Kamado Joe Classic Joe II review: charcoal grilling, refined
The Kamado Joe Classic Joe II comes with intelligent, luxe touches that set it apart from cheap charcoal grills.
We loved cooking on the Kamado Joe Classic Joe II. There is a learning curve to master this traditional grilling style, but smart upgrades make the Classic Joe II feel luxe throughout the user experience.
Durable and attractive design
Assembly was quick and virtually painless
Food cooked evenly and tasted amazing
Heat is long-lasting and surprisingly simple to control
If you want something portable, look elsewhere
Food can fall through the grates
Topping up fuel can be a faff
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Combining the egg-shaped design of a Kamado grill with a vibrant fire engine red, the Kamado Joe Classic Joe II is certainly striking. But when you've got such a gorgeous and durable piece of kit in your yard, why wouldn't you show it off?
I tested the Kamado Joe Classic Joe II alongside other market-leading grills in our annual best grill testing day. We cooked everything from burgers and hot dogs to a whole spatchcock chicken to see how well it compared to brands from Weber and Everdure. But when it comes to this traditional, charcoal-fuelled cooking, there is truly no comparison.
If you want a space-efficient grill, or something for casual grilling, we'd recommend you stick to gas, but the Kamado Joe Classic Joe II could not be beaten when it came to smokey barbecue flavor.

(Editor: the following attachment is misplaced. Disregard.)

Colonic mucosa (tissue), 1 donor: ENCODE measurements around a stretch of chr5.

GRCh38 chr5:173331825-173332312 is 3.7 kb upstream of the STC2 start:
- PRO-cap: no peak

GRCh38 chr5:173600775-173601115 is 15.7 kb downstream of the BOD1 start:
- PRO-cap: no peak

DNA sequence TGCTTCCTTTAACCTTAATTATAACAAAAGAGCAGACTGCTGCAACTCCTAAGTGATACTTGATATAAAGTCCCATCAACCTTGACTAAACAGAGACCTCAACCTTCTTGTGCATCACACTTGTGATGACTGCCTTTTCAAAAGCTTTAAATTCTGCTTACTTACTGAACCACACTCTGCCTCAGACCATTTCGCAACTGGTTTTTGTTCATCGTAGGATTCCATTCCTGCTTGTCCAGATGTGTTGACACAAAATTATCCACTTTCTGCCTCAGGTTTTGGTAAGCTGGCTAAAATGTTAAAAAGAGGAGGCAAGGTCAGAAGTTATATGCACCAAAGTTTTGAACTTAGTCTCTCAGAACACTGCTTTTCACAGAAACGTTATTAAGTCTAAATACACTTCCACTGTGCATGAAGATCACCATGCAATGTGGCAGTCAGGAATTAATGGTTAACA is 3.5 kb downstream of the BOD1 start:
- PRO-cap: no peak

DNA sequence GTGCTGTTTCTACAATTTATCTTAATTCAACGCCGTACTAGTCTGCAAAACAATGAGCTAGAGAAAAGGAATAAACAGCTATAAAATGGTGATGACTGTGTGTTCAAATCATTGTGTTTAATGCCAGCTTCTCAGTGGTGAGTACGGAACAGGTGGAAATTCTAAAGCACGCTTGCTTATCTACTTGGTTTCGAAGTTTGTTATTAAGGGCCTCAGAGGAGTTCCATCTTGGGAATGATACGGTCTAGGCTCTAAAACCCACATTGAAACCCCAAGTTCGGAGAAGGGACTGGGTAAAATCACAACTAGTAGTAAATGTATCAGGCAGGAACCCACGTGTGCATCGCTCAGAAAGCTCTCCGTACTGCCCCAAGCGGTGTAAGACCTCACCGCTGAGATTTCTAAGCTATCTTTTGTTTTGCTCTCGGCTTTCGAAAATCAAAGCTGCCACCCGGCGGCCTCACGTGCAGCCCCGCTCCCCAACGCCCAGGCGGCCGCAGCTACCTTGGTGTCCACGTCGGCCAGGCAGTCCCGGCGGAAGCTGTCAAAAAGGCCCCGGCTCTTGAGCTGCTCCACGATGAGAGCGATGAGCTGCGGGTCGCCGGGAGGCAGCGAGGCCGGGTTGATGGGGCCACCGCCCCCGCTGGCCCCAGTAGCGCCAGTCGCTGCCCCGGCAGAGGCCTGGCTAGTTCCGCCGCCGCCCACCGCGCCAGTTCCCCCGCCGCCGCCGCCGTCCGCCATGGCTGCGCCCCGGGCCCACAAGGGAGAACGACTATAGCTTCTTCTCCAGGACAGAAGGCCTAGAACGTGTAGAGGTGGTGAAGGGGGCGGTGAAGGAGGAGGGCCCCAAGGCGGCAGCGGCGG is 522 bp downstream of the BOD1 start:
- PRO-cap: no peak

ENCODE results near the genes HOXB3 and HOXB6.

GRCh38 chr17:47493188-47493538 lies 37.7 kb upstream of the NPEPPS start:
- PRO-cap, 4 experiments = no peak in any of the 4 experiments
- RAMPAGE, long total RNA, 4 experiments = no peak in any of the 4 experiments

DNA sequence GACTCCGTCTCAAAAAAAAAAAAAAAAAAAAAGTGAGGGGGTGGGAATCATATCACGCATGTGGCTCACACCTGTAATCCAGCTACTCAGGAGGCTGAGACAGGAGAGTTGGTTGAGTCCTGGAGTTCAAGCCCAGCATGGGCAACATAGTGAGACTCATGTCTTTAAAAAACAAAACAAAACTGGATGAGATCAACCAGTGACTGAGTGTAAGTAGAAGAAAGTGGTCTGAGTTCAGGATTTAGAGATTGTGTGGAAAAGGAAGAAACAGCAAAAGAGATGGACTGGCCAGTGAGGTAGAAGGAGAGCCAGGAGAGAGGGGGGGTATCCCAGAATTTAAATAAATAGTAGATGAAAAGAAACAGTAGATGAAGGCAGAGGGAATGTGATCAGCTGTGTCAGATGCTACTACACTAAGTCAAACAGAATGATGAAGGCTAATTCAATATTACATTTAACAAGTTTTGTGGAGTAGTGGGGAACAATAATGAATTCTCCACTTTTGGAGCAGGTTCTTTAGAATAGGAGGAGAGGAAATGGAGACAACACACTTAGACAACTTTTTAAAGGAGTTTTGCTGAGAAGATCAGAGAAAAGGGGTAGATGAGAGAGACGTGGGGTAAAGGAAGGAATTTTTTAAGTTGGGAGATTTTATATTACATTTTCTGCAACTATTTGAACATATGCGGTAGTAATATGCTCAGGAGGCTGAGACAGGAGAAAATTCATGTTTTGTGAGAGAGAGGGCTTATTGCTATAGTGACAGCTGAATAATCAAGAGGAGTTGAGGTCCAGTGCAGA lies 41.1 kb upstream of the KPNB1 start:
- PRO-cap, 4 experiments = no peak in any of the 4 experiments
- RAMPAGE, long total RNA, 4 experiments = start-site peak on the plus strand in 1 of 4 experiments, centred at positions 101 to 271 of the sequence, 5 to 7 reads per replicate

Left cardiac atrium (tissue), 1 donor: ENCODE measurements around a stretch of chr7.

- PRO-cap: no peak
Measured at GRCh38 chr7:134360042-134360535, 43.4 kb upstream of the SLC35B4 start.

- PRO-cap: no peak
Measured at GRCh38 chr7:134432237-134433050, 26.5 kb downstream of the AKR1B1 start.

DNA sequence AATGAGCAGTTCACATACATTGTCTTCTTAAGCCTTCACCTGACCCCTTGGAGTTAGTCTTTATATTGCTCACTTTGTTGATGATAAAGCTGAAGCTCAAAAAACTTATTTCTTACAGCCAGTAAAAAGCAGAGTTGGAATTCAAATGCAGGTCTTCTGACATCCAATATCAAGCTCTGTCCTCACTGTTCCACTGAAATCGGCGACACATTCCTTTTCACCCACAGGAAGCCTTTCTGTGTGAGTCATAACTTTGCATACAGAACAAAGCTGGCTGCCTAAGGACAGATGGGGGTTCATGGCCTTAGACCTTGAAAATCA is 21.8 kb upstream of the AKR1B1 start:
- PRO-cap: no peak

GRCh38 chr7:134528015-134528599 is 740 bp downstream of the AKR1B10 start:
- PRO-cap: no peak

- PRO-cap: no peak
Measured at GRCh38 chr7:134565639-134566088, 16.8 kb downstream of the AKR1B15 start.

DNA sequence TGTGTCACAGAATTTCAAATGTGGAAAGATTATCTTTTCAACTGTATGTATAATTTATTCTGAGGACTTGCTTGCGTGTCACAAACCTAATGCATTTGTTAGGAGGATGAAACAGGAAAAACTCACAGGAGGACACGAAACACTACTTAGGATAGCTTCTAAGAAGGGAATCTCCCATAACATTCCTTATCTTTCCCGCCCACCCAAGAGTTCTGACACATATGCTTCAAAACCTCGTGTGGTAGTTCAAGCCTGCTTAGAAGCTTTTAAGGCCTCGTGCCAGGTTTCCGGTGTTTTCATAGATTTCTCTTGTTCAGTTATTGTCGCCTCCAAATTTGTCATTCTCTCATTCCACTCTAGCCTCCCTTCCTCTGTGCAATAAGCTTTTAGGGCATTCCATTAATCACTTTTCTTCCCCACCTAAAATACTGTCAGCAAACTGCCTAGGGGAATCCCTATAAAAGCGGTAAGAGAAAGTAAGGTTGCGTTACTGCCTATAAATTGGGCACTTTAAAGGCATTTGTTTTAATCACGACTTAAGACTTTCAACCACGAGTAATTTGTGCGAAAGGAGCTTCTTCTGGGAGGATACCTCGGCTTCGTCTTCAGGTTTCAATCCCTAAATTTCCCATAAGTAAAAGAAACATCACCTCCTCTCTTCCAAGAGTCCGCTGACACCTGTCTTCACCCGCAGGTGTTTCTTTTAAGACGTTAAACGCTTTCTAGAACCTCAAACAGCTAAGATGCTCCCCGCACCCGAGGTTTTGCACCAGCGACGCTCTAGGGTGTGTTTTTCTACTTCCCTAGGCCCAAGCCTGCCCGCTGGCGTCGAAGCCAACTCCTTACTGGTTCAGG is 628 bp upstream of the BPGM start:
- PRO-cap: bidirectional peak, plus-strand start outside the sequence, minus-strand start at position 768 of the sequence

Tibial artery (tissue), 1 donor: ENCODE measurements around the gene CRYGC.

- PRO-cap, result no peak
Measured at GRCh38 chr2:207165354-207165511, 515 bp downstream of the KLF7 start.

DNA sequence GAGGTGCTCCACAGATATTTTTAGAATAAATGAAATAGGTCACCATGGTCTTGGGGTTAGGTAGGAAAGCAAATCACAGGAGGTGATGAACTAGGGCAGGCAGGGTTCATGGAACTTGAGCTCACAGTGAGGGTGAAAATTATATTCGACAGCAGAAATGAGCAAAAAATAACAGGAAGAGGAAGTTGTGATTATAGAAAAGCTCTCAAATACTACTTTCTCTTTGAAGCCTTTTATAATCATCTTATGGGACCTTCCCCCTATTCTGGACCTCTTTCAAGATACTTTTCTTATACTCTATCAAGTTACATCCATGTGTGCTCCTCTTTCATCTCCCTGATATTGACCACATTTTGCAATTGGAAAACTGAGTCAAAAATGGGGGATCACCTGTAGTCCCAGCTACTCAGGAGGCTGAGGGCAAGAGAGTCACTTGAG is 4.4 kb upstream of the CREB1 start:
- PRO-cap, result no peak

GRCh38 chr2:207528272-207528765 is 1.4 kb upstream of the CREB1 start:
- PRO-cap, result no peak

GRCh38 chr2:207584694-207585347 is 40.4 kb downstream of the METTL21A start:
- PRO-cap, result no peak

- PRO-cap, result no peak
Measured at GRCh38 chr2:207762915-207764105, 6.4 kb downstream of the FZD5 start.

Kamado Joe Classic Joe II
Kamado Joe Classic Joe II Specifications
|Model:||Kamado Joe Classic Joe II KJ23RHC|
|Size:||46.5" W x 48.5" H, 18"|
|Fuel type:||Charcoal, smoking wood|
|Features||tainless Steel Latch, AMP Firebox, Stainless Steel Cooking Grates, Built-in Thermometer, Folding HDPE Side Shelves/Handle, Grill Gripper, and Ash Tool|
|Grill size||18" Diameter, 250 sq. in. max cooking space|
Unboxing the Kamado Joe Classic Joe II
The Kamado Joe Classic Joe II arrives with most of the parts assembled. There were only nine steps to follow, which is significantly fewer than some of the gas models we tested. The first step is to build the base. It slots together fairly easily, but it's less sturdy than we'd have expected to carry a 231.5 lbs grill.
Once assembled, you need to take out the component parts of the grill and nested them inside. This will allow you to lift the grill into position, which is a tough job that requires two pretty strong people. One person will have to stick their hand inside the ash tray slot at the base of the grill, which has a pretty sharp edge. We'd recommend wearing gloves to do this safely. The main piece of advice is that you cannot lift using the handle, which would otherwise the most intuitive way to approach it.
Slotting the grill into its base wasn't as straightforward as expected. There's not much guidance on which way the egg should face, but presumably you want it to be symmetrical in the base and with easy access to the ash dispenser at the base. Once in, we shimmied it around to get it centered but were surprised to find that the grill still had a slight wobble. This detracted from the otherwise high-end feel.
From there, we just had to slot the firebox walls together. This is a fiddly process, and definitely a two-person job. The majority of the grill assembly involves slotting parts together within the grill. Once it's all assembled you simply need to slot the side arms on. These latch and lock securely into place and can be lowered. We were also impressed with the fact that each side had four hooks - plenty for all your grilling tools.
This grill took two of us 45 minutes to assemble, making it the easiest grill to assemble of those on test. However, it proved very tricky to move to the main testing area thanks to the small wheels and hefty dimensions, so we tested this grill in a different space to avoid dragging it up an incline. Note that you won't want to move this one around much once you've built it, and we'd recommend building it close to where you'd like to store it.